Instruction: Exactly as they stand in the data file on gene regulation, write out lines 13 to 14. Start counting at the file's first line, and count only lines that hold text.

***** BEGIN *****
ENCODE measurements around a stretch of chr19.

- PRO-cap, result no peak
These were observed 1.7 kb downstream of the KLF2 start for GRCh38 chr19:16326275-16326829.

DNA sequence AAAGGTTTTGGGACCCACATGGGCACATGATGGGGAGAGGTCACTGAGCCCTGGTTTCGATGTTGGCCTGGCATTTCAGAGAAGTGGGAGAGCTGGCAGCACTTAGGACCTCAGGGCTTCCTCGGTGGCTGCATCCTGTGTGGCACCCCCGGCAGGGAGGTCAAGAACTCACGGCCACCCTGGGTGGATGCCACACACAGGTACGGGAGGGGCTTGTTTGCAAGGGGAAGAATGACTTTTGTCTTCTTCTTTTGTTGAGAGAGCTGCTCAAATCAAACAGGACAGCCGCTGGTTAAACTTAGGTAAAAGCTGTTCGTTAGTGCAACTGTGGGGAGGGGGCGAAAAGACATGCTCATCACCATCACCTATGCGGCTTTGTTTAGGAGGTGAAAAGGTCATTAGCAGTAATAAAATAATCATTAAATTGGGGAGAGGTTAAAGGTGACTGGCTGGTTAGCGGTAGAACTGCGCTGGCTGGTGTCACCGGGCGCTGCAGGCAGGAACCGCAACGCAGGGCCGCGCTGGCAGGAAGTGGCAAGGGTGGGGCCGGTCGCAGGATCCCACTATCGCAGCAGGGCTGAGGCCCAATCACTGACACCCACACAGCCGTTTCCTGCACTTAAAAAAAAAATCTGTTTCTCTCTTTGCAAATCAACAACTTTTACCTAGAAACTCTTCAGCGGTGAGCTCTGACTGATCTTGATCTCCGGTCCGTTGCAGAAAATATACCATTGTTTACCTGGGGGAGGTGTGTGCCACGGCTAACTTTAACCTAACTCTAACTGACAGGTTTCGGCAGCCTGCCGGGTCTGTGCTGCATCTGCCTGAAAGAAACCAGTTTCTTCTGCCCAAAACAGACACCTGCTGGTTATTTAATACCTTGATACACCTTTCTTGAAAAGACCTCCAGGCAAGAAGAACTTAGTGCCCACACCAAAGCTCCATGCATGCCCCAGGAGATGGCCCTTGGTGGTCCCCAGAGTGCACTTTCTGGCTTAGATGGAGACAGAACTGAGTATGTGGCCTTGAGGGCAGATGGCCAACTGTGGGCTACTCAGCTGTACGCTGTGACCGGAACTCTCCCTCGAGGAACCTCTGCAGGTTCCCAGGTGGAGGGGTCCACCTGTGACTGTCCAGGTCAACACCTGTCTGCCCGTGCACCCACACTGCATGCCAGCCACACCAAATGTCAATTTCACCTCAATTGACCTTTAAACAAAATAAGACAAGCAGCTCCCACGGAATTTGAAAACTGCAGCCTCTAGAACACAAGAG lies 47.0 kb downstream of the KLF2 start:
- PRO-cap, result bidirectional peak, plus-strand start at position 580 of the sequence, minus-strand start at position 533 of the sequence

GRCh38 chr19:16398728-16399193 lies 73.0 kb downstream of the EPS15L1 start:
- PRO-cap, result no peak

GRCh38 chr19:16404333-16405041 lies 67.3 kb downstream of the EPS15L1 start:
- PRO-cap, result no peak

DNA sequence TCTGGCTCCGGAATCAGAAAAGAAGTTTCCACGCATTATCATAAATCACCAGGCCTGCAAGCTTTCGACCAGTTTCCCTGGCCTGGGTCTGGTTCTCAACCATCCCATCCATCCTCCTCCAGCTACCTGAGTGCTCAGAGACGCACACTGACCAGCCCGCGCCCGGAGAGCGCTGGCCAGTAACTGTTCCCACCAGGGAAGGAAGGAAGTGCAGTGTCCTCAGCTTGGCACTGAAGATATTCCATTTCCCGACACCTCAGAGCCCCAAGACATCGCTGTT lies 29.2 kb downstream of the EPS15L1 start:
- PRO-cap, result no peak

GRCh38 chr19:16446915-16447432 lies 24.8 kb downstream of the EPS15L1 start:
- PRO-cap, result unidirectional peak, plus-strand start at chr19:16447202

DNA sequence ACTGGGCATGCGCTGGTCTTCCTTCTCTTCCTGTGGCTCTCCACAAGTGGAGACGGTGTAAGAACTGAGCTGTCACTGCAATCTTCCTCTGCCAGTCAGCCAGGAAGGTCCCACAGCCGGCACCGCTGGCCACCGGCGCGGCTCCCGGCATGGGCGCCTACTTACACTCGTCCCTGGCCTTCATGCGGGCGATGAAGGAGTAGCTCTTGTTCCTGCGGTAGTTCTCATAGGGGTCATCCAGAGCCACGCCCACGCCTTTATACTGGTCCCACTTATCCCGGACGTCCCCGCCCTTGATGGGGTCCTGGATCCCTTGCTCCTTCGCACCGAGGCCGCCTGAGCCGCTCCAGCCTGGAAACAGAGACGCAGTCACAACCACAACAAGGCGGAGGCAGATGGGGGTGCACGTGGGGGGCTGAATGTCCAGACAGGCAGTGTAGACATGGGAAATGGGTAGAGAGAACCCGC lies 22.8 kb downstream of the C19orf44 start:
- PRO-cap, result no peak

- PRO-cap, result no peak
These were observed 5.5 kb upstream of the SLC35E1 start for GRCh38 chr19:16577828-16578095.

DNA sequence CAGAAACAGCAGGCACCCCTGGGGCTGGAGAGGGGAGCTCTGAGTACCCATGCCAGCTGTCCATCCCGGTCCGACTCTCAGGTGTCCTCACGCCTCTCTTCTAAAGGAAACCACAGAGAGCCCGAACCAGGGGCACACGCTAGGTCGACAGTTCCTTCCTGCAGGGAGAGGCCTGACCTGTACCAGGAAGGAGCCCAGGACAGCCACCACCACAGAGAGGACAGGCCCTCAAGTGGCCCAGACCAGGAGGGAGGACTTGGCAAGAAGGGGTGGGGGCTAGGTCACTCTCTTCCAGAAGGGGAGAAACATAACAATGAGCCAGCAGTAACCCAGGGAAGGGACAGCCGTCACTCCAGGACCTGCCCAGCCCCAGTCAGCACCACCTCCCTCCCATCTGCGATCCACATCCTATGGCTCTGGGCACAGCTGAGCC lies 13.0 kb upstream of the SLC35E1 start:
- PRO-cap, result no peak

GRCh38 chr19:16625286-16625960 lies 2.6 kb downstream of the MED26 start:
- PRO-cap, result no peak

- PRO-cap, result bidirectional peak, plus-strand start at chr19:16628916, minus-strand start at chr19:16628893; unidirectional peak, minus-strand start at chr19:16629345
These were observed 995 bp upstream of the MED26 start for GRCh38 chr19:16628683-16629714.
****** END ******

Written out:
- PRO-cap, result unidirectional peak, plus-strand start at chr19:16447202

DNA sequence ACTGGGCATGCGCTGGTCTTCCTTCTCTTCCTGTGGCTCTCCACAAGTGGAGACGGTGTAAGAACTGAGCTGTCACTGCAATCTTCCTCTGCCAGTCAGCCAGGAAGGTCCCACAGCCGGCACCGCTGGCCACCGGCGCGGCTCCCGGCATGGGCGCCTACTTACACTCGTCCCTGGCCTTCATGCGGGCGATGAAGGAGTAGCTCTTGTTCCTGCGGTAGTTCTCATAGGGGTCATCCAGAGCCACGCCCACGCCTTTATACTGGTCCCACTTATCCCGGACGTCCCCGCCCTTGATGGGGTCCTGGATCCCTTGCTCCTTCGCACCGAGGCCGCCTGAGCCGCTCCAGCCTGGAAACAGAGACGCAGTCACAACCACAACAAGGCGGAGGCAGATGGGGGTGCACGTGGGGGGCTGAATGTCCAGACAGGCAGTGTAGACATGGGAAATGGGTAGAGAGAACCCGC lies 22.8 kb downstream of the C19orf44 start: